"Giclee" is a french word. It's thought to be derived from "le gicleur" meaning "nozzle", or "gicler" meaning "to squirt, spurt, or spray". Giclee prints (pronounced zhee-clay) are art prints which are produced using ink jet printing. The process is far superior to older, standard forms of making prints. The "giclee print" images are scanned digitally and come out with very high resolution results. The prints are done on various surfaces including cotton canvas, matte photo paper, water color paper, or artist textured vinyl. The color quality of giclee prints is very accurate to the original work.
The term "giclee print" was coined in 1991 by Jack Duganne, a printmaker working in the field. The earliest prints to be called Giclee were created in the late 1980s on two different Iris Graphics models of continuous ink-jet printers. (Iris Graphics was taken over by Scitex. Scitex is now owned by HP) Iris printers were originally used to make proofs for product packaging and magazine publication where color matching was very important. With their output, colors could be checked before mass production began. There were many efforts to adapt the Iris printers to the production of artwork; thus the original prints called "giclee prints". These early prints, though, began to show deterioration of color after only a few years. Today, many giclee prints are still mistakenly called Iris Prints.
Modern printers are capable of producing superb prints for photography as well as fine art marketplaces. Among the present manufacturers of the professional 8-color to 12-color ink-jet printers which produce giclee prints are Epson, MacDermid Colorspan, and Hewlett-Packard (HP). These printers use the CMYK color process, but have more than one carriage for each color. For example, light magenta and light cyan ink cartridges are added in addition to standard magenta and cyan to produce the excellent color quality of giclee prints. This quality has landed giclee prints in museums and galleries all over the world. Some of the museums where you may find them are in New York's Metropolitan Museum, the Museum of Modern Art, and the Chelsea Galleries. In the UK, the Norwich Castle Museum and Art Gallery has a large collection of giclee prints.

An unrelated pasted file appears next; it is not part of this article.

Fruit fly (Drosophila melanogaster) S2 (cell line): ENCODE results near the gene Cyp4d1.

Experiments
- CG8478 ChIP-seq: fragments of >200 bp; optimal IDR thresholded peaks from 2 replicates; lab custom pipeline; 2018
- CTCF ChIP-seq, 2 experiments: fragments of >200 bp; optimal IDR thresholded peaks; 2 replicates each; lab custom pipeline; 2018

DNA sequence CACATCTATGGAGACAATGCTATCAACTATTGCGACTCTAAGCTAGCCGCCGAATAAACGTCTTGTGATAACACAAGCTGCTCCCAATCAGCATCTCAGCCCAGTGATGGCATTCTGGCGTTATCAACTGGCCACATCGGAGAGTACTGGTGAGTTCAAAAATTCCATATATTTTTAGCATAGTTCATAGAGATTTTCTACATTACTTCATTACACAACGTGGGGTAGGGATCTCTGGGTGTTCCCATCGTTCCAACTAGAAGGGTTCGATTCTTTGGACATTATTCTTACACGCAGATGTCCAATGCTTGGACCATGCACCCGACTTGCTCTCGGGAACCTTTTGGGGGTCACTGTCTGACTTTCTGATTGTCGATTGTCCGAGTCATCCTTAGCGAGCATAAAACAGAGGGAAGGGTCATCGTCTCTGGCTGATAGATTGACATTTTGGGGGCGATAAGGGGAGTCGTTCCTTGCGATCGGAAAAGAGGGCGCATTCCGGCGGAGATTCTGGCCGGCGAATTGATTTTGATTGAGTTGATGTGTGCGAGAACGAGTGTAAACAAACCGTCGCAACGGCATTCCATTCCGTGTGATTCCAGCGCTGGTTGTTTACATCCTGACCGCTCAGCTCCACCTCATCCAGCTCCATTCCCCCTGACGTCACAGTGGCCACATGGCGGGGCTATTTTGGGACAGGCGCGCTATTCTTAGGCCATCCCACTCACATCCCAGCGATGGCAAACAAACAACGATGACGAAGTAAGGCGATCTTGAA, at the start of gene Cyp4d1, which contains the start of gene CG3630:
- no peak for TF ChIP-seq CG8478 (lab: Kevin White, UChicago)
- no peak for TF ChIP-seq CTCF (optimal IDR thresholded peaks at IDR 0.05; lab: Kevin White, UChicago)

Giclee print images are digitally archived. Once an image is digitally archived it's a simple process to make additional prints, so artists have a way to reproduce their work on demand without the high costs. The artist doesn't have to pay for promotion or storage of large offset print runs, so the process can be done more reasonably. Film and negatives used in the past would lose quality over time. This is not the case with archived digital files.
With giclee prints, artists have control of the production of their images, and many individual artists own and operate their own printers. They can reproduce the images in accordance with size and medium requests from individual clients. For artists who don't have their own printers, there are many avenues available for having their giclee prints produced by other companies.
Giclee prints now look so similar to their originals that recent auctions have brought £7,175 for Annie Leibovitz, £6,400 for Chuck Close, and £15,150 for Wolfgang Tillmans. For those "normal" individuals who love the look of giclee prints, one should be able to have them in their home without breaking the bank. Most run from £20 and up.